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July 19, 2004.


The opinion of the court was delivered by: ANITA BRODY, District Judge


The plaintiff, Jeffrey Press, Inc., has filed a motion to remand this declaratory judgment action against defendant, Hartford Casualty Insurance Company, back to the Court of Common Pleas of Lehigh County. For the following reasons, plaintiff's motion to remand is denied.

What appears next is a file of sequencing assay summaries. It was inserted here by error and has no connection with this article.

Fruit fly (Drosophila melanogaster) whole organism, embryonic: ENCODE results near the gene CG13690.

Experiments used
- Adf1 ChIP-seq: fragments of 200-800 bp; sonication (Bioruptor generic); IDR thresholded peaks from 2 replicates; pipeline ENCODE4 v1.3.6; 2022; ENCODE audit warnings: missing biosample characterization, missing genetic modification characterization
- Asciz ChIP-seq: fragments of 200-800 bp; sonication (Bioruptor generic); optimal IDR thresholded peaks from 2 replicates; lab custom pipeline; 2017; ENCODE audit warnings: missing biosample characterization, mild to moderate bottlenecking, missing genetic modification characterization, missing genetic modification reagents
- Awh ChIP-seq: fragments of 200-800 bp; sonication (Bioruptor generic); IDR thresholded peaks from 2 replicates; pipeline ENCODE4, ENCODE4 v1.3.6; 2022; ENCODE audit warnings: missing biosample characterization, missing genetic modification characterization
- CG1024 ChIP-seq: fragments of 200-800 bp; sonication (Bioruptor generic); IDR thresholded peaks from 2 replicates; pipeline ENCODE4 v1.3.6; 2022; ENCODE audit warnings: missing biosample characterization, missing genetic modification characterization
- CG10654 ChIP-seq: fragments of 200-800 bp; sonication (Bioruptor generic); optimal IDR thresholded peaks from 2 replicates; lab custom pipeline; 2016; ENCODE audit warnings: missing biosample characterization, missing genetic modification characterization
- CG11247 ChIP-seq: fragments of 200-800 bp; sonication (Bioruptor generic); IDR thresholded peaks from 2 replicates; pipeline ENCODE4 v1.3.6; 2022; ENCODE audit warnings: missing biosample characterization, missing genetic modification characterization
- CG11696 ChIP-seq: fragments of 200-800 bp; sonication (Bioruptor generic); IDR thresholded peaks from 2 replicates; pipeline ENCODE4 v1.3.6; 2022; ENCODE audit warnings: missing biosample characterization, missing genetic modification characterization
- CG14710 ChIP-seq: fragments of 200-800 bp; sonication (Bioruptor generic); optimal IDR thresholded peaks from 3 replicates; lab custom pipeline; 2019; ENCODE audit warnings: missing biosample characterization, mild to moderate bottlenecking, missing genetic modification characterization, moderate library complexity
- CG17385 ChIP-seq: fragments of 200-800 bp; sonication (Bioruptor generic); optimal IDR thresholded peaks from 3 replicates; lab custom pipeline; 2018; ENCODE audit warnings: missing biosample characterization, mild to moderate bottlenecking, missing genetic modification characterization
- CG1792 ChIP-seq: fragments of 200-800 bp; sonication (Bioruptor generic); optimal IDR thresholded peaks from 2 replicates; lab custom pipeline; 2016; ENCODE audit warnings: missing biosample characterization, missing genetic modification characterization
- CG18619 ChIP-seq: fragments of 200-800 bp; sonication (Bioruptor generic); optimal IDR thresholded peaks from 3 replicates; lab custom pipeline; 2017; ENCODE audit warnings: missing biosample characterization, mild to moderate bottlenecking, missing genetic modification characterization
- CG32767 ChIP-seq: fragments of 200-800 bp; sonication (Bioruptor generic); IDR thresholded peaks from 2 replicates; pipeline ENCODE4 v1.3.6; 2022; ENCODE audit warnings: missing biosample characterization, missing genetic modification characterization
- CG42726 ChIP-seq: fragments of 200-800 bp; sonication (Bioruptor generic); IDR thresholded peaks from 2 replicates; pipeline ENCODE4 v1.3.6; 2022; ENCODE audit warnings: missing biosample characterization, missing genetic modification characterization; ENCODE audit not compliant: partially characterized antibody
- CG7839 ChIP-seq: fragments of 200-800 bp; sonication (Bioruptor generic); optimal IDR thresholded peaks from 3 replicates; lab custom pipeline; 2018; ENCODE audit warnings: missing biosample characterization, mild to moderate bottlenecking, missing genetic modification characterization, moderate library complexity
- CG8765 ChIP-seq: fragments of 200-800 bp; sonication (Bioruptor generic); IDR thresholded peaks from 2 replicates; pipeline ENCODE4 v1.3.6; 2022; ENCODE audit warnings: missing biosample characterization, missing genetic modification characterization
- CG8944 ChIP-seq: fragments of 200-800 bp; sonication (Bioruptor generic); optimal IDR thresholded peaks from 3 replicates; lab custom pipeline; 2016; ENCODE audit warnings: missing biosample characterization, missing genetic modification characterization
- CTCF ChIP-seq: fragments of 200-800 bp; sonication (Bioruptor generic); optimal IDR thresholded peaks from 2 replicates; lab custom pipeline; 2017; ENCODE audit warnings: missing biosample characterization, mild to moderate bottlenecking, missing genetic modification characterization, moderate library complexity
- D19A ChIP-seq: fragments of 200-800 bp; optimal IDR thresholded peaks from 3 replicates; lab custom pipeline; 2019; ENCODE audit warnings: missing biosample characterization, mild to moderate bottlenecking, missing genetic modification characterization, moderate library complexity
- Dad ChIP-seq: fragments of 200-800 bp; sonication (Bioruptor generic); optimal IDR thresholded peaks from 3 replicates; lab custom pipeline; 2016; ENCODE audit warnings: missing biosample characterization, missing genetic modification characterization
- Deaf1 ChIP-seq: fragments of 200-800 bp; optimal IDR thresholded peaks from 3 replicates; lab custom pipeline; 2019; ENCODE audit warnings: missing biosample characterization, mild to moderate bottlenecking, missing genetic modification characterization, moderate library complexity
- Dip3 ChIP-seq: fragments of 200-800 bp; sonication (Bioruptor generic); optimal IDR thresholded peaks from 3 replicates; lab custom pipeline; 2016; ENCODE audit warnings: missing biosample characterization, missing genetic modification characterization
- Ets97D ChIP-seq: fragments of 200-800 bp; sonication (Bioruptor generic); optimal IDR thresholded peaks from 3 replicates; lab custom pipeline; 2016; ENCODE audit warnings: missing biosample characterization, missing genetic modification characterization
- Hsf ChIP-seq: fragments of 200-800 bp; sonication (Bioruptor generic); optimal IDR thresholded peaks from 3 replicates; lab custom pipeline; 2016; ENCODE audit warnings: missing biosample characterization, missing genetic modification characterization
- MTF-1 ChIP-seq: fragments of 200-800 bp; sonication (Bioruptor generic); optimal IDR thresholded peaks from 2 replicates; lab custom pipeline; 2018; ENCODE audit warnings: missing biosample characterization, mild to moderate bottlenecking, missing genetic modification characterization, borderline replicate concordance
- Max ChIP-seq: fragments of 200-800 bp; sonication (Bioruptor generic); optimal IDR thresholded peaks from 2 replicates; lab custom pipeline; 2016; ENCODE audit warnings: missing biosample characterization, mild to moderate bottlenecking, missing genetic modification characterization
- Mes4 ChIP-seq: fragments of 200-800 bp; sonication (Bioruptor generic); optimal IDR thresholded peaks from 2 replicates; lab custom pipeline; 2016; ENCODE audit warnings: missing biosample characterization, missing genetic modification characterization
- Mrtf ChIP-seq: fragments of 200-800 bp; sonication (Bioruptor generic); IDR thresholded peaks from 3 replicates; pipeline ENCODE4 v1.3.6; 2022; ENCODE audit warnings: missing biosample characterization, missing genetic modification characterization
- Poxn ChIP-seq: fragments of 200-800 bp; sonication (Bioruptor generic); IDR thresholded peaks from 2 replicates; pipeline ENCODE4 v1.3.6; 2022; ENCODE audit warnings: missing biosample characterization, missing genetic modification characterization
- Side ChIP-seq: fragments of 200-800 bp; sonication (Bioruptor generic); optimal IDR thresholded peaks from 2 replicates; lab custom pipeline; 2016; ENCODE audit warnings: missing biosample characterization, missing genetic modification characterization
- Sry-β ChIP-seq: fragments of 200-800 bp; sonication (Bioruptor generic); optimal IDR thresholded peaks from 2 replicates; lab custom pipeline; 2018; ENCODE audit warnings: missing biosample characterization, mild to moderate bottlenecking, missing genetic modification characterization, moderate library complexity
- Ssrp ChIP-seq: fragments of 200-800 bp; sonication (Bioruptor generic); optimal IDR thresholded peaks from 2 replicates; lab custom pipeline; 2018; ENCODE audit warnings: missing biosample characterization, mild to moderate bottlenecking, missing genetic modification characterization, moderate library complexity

On June 25, 2003, E.L. Meal Enterprises, Inc. ("Meal Enterprises"), on behalf of itself and others, filed a class action complaint in the Court of Common Pleas of Lehigh County, Pennsylvania against Jeffrey Press, Inc., seeking damages and injunctive relief for alleged violations of the Telephone Consumer Protection Act of 1991 ("TCPA"), 47 U.S.C. § 227, and related Federal Communications Commission ("FCC") regulations. The prayer for relief includes, inter alia, requests for (1) certification of the class action; (2) statutory damages awards of $500 dollars to each class member, and (3) treble damages, if applicable, raising the awards of each member up to $1500 dollars. Furthermore, the complaint avers that "[p]laintiff believes that [there are] thousands of Class members." (Meal Compl. at ¶ 22.)